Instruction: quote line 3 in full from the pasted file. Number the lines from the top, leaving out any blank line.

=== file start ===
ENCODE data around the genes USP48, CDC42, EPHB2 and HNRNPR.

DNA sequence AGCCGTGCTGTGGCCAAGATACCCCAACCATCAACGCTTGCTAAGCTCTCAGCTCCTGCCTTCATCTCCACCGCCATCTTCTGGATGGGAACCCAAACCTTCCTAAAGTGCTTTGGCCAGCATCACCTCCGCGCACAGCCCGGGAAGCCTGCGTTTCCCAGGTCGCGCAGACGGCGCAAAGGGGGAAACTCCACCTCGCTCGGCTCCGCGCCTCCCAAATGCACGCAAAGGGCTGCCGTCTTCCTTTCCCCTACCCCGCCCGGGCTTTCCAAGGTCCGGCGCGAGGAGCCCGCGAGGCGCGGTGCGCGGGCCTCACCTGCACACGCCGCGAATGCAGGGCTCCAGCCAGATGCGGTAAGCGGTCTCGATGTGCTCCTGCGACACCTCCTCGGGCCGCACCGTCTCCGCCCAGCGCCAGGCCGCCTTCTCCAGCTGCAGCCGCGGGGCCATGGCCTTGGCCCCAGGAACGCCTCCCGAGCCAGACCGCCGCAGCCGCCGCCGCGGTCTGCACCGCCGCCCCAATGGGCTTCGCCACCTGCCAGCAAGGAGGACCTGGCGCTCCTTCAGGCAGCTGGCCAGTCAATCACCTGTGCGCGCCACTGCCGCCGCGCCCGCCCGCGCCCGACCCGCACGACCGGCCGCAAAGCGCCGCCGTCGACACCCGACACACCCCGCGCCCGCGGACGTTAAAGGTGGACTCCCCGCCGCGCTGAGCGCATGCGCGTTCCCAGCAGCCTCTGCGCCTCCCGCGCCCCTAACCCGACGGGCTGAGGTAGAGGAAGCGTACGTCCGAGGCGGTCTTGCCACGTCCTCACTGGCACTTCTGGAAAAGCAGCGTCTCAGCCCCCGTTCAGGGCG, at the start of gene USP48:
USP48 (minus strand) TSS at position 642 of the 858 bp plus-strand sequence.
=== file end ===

USP48 (minus strand) TSS at position 642 of the 858 bp plus-strand sequence.